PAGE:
Summary: Why does Luk mention that believers were first called Christians at Antioch?

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First Called Christians at Antioch

Acts 11:19-26

This passage follows the conversion of the Roman Centurion, Cornelius. God had opened the door for the Gentiles to come in. It took divine intervention to make it happen. First or all, Peter had to receive a vision from the Lord to direct him to go. Then the Holy Spirit was poured out on the Gentile believers. This demonstration of power similar to that of Pentecost convinced Peter and those who came with him that the inclusion of the Gentiles was part of God’s divine plan.

The result of the opening of the doors to the Gentiles was a massive paradigm shift. Word got out among the inhabitants of Jerusalem what had happened at Joppa, even before Peter returned. Those who held to the traditional views of Jerusalem were ready to confront Peter when they returned. Peter forcefully recounted what had happened and won the day for the Gentile mission, at least enough to silence the opposition from openly dissenting. This would not be the end of the trouble. It would take the church some time to adjust to the new reality.

The Jews did employ means for Gentiles to enter the congregation of Israel. They were accorded a sort of halfway status. Those men who had concerted had to be circumcised, and it would be generations before their descendants would be accorded full status as Jews. The question would have to be settles whether Cornelius and other Gentiles had to become Jews first and then followers of Jesus.

This week’s text shows that the church had sent missionaries to a major Syrian city called Antioch which was on the coast, across the bay from Tarsus where the Apostle Paul came from. This evangelization had been going on there for some time. The text tells us that the dispersion caused by the stoning of Stephen and the following persecution was the cause and the timing of the Antiochean mission. At first, this mission was limited to evangelizing the Jews or even the Hebrew speaking Jews, only. Some years later, Jewish Christians from Cyprus and Cyrene came and started to bring the Gospel to the Greeks. There is considerable debate to whom the Greeks are, which the variations of the Greek manuscripts make even more complicated. Were these Greek speaking Jews who held to both the Greek culture and language and their Jewish religious heritage? Were these Greeks the Gentile hearers and proselytes who came to believe on the God of Israel? Or were they the heathen Gentiles?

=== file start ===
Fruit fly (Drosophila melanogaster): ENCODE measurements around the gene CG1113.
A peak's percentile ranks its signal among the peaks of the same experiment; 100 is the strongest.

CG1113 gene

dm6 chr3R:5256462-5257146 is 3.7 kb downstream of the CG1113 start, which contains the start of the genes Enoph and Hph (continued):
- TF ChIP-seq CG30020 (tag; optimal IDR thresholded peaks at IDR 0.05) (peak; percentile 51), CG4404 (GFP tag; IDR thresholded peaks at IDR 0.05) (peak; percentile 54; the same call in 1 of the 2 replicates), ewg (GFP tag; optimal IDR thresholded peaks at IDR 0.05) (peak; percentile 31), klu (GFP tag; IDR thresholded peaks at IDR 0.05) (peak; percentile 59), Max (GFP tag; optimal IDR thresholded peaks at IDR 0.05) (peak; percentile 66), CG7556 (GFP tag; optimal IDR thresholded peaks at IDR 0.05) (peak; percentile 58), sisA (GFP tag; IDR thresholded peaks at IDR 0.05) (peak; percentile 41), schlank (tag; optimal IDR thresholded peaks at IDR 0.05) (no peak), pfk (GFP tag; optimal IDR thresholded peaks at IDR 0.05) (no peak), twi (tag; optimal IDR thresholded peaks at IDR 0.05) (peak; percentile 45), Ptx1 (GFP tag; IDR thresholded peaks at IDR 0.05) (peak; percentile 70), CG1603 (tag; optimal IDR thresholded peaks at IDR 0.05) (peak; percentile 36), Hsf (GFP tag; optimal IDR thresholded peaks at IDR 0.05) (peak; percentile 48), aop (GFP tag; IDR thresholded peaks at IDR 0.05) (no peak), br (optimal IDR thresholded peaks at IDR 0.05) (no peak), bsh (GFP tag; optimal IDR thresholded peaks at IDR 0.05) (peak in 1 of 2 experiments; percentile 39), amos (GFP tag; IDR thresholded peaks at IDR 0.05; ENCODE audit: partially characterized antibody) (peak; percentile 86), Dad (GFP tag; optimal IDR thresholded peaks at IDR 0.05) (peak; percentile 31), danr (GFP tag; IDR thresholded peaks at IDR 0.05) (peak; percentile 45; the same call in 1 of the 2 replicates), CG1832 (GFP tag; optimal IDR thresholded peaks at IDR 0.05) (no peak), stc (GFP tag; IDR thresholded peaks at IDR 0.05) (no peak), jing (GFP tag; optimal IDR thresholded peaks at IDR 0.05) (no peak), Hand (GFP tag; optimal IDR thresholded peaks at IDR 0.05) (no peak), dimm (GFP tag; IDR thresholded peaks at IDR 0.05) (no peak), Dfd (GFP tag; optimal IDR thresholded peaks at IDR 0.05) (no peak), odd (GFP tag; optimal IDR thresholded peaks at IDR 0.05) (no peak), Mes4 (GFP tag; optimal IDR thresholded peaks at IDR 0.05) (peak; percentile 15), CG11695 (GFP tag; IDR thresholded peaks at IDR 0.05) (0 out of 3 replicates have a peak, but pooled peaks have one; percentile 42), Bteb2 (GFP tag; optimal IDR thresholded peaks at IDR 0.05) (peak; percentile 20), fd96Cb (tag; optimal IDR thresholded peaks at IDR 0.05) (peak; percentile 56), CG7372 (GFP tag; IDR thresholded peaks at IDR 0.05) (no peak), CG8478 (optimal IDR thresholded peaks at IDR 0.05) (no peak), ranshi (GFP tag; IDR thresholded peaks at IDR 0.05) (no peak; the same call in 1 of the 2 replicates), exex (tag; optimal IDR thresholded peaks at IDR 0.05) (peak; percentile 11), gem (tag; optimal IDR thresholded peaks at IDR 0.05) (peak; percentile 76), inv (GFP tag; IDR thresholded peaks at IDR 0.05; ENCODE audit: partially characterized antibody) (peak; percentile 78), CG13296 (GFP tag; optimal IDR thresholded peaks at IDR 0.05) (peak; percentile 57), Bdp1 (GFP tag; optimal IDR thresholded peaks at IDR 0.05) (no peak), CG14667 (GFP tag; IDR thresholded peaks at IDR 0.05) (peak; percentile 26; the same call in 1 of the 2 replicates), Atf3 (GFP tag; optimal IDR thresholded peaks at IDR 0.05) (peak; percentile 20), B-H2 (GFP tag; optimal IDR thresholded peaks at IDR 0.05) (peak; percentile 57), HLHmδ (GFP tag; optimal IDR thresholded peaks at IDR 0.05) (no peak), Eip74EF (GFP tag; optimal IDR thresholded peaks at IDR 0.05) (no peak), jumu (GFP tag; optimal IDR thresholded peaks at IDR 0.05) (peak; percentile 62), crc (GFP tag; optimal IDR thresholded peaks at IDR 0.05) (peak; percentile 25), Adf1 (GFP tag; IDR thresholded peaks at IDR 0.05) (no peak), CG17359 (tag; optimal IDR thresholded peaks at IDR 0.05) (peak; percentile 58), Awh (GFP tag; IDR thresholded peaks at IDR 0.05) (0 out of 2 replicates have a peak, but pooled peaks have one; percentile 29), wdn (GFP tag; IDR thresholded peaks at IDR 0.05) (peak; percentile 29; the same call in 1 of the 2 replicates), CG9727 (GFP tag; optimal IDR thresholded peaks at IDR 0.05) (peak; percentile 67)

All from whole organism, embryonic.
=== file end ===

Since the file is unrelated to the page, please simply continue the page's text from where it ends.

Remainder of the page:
Although, the more common Greek word for Greeks in the early manuscripts of Acts is usually treated as a technical term for Greek speaking Jews, the context demands here that these Greeks be either Gentile God fearers or even heathen Gentiles. This passage follows upon the conversion of Cornelius who was a Gentile. Also, Greek speaking Jews had been included in the rolls of the Christians from Pentecost. Although, there had been some friction between the Greek speaking and Aramaic speaking Jews which resulted in the appointment of the first deacons, the question over the acceptance of the Greek speaking Jews had been long settled by this time. Even Stephen, the martyr mentioned in this passage was a Hellenist. This is why the Greeks mentioned here are probably a mix of Gentile God fearers like Cornelius and Pagans from various religious and cultural backgrounds.

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